This week, Barack Obama became the first sitting U.S. president to visit Hiroshima, incinerated and vaporized by American nuclear bombs 71 years ago. For the U.S., as with Japan's own wartime atrocities that still deeply rankle the emotions of its Asian neighbors, the profound apology that matters is not about the past but the future. It is about taking convincing actions today that ensure what happened in the past never happens again. That future-oriented apology remains lacking all around. (continued)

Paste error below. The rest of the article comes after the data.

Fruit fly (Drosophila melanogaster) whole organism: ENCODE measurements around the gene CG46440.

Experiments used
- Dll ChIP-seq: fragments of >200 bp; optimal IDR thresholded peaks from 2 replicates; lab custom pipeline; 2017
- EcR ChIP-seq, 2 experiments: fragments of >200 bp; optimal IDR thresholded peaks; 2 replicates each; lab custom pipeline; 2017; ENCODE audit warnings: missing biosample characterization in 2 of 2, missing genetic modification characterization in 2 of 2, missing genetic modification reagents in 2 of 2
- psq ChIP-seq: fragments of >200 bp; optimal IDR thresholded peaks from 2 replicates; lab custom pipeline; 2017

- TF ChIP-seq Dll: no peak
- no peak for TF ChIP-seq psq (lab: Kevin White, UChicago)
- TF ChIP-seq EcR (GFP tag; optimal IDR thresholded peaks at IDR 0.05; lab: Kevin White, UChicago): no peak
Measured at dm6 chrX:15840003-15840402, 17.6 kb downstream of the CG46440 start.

President Obama is not one to shy away from historic moments. His Hiroshima trip is further evidence of that. But, again, nice words in Hiroshima are not enough. With his $1 trillion upgrade to our nuclear arsenal the president has moved us backwards, away from the goals he set early in his presidency.
President Obama's visit to Hiroshima this morning was a piece of history. He rose to the occasion in his remarks, speaking not only of the need to eliminate nuclear weapons but also questioning the institution of war itself, all with a clear focus on the devastating human consequences of armed conflict.